Another week, another upcoming UFA for us to analyze the market of.
Trey Pipkins, Right Tackle
Trey's 2022 season was the ultimate crow eating session for yours truly. I was so convinced Trey couldn't be counted on to hold down the starting right tackle spot, I dove into film analysis and wrote an article detailing my concerns.
Trey responded to his doubters by attending Duke Manyweather's camp, and likely became the single greatest testimony to Duke's proficiencies as a coach. Pipkins appeared stronger at the point of impact from EDGE rushers; where he had previously been folded back when met with force, he suddenly showcased an anchor and punch. It was a sight to see.
Sadly, Trey injured his MCL in a Week 5 showdown against the Browns. With Jamaree Salyer already filling in at left tackle for an injured Rashawn Slater, the drop-off from Pipkins to Storm Norton or Foster Sarrell was steep. In a Herculean effort, Trey gutted it out throughout the season, occasionally coming out for a series or two, but ultimately only missing a total of three games throughout a painful 2022 campaign.
Trey's Market Comps
Below is my breakdown of what I took to be the most relevant market comparables for Trey Pipkins.
Another Charger UFA market analysis.— Kyle DeDiminicantanio (@TheKyleDe) January 31, 2023
Ultimately, Trey Pipkin's value on the market is likely repressed from his lack of a supporting year, along with a contract year that was continuously hampered by injuries.
He's a value signing for us; we know how much he's improved in '22. pic.twitter.com/gOzU3vwzbr
High-Bracket Comp: La'el Collins, RT CIN
As Terron Armstead has been an elite left tackle for years, he wasn't relevant to this conversation, despite being the marquee free agent of the tackle class.
La'el Collins was the third highest paid tackle, and highest paid right tackle of the 2022 free agent class. It's difficult to really compare Collins to Pipkins; Collins worked his way onto the Cowboys starting lineup in his rookie season and was a solid starter his entire career. His biggest issue was durability, but Collins showed positional flexibility, starting as a guard and eventually sliding to right tackle, and posted >82 PFF scores in two seasons. Collins was a core piece of a Dallas offensive line that was widely considered one of the top units of the league for seven seasons (two which were largely lost to injury).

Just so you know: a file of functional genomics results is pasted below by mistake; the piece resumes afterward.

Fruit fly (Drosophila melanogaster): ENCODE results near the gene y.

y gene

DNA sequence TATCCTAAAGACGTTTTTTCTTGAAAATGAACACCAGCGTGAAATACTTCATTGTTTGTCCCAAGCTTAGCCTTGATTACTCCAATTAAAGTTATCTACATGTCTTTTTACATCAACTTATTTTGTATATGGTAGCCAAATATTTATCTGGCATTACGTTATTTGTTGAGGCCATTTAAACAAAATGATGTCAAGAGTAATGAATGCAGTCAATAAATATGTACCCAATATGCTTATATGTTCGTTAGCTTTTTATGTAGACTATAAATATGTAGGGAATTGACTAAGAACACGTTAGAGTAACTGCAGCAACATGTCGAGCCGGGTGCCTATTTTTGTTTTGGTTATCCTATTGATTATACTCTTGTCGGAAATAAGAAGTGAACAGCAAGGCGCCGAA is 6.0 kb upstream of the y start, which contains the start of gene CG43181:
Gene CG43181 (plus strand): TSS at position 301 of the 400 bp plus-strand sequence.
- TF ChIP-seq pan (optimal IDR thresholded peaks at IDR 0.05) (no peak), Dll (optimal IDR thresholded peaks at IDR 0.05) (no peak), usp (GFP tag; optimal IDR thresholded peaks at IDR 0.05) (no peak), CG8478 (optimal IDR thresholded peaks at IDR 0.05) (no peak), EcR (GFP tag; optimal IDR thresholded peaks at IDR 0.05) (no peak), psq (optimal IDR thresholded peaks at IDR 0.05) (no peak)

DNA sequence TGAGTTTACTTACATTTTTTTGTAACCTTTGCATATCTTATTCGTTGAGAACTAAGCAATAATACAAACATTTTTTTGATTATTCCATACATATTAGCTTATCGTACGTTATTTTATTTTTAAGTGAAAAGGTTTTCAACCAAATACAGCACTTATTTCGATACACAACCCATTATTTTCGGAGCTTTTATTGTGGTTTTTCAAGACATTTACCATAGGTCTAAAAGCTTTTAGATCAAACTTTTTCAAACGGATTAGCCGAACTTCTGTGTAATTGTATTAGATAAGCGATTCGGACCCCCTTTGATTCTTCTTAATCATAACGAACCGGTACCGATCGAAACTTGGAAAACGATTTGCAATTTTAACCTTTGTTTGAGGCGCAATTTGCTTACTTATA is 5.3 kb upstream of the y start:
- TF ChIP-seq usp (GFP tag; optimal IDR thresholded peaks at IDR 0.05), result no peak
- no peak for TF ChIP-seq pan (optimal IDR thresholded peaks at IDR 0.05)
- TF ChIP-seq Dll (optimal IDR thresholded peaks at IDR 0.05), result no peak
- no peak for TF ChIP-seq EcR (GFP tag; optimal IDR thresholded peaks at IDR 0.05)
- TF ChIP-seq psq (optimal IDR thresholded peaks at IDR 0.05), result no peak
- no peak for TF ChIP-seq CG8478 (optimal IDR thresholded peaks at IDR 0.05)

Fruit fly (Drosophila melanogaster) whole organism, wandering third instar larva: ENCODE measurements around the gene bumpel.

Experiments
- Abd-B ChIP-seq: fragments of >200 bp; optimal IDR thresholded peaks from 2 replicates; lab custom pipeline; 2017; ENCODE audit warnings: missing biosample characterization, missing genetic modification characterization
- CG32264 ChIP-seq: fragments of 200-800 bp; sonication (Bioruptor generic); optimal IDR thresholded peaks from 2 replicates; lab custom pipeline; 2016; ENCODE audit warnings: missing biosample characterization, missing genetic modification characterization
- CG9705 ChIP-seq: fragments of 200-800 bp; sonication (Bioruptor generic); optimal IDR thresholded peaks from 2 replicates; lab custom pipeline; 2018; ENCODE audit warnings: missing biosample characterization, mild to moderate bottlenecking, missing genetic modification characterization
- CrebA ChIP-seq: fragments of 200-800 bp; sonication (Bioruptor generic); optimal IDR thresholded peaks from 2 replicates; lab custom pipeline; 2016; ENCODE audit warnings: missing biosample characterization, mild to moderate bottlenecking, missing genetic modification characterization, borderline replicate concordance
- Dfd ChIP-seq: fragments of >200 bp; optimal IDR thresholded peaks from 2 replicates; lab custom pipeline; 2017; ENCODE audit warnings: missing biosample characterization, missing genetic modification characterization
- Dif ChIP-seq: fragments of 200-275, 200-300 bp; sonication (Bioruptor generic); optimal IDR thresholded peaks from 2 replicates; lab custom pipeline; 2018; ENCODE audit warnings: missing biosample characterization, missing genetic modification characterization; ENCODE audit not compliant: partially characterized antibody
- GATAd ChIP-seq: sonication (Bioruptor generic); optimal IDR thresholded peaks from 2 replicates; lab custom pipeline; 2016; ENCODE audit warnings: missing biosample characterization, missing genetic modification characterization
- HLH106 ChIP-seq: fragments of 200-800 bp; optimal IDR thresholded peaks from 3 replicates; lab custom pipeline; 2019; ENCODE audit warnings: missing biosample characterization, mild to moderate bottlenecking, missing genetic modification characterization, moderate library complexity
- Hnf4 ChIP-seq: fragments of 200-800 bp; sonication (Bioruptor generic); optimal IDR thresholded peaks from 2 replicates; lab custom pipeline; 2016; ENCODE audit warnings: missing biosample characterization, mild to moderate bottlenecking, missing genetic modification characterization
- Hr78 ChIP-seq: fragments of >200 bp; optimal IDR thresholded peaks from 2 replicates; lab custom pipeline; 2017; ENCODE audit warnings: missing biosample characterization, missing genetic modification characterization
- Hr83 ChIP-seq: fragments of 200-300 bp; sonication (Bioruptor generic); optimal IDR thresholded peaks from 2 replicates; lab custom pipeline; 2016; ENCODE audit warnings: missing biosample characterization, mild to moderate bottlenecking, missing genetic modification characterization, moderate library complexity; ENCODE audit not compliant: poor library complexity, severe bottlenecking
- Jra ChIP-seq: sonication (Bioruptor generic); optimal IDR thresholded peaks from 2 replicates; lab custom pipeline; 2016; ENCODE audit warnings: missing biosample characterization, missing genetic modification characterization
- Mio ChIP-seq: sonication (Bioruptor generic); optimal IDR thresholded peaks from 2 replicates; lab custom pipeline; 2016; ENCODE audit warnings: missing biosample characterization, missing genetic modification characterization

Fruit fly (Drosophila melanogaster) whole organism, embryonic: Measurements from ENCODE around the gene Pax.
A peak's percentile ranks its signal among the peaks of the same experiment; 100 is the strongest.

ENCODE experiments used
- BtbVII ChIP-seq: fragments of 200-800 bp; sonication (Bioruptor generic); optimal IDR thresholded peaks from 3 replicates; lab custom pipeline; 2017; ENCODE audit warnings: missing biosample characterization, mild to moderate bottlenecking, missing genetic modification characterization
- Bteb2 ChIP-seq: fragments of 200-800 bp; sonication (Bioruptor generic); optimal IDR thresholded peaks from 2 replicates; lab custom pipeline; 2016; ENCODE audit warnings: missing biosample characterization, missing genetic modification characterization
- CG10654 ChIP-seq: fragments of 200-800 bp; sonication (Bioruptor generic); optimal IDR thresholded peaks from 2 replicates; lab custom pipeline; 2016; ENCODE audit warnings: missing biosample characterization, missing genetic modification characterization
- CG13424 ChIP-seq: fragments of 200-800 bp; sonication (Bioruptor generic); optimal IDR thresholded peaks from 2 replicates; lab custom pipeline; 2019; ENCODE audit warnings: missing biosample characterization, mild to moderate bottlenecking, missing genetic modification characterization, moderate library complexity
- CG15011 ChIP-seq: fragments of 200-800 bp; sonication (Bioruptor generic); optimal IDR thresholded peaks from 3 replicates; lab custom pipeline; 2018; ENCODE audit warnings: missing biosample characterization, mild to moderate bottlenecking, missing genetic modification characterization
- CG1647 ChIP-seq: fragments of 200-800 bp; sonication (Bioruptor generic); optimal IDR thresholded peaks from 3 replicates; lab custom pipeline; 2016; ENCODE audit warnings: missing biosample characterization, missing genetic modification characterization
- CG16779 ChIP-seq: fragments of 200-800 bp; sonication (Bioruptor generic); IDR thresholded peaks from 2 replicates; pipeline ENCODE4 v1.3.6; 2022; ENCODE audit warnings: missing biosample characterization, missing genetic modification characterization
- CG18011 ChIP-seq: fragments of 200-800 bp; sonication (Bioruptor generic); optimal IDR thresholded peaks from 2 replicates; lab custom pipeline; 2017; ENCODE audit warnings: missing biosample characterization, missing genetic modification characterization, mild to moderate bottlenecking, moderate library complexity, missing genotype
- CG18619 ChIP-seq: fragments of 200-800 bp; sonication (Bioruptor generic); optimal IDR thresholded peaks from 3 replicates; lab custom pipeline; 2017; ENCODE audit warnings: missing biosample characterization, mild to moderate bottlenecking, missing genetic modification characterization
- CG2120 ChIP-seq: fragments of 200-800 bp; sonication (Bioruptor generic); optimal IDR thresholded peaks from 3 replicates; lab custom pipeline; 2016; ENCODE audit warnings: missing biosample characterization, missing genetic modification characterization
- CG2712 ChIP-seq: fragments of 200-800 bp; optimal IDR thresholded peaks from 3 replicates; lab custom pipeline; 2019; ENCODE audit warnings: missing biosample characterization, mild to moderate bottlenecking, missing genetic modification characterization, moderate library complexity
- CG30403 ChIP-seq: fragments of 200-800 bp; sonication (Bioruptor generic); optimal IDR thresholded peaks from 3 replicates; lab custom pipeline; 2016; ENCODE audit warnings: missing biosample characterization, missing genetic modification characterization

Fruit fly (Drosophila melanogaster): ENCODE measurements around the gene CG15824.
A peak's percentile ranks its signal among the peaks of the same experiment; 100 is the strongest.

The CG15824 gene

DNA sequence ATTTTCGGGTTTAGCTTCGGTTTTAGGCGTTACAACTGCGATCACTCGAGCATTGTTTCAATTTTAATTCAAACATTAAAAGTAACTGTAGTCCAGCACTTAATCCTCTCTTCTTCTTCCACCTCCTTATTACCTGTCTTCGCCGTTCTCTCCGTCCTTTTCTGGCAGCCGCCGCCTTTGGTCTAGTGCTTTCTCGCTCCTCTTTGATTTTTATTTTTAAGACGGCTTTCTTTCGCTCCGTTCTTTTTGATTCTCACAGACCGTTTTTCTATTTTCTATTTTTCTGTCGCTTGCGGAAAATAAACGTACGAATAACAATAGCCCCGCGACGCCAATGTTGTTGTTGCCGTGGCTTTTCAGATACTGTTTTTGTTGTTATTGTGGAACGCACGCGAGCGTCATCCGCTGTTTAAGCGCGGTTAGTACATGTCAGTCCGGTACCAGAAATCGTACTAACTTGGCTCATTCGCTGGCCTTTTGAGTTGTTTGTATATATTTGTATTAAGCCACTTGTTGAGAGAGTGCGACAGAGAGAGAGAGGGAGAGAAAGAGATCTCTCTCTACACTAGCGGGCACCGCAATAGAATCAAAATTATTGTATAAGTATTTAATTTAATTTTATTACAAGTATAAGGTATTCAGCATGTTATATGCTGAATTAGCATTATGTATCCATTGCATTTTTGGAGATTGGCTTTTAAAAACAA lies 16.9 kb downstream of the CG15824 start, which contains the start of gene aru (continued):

Collins was extended by the Cowboy's in 2019 to a 5 yr, $50,000,000 contract, but after injuries and a PED suspension he was ultimately cut right before the 2021 league year.
He wasn't a free agent for long; three days on the open market and he was signed to the Bengals to three years for $21,000,000.
Although La'el isn't a true comparable to Trey due to his sustained success and contributions on a premier offensive line unit, it's relevant to point out that even with all of his success and being the premiere Right Tackle on the market in 2022, he only signed for an APY of $7,000,000.
Low Bracket Comp: Cornelius Lucas, Swing Tackle WSH
Cornelius Lucas was my white whale last offseason. He is a player that filled in admirably for the Washington as a left tackle in 2020 and a right tackle at 2021. He routinely grades out as an above-average starter since really coming on the scene with Chicago as their swing in 2019. In the four seasons since then, each with over 500 snaps to his name, he has graded out at 72.2, 78.2, 75.2, and most recently 67.7 on PFF.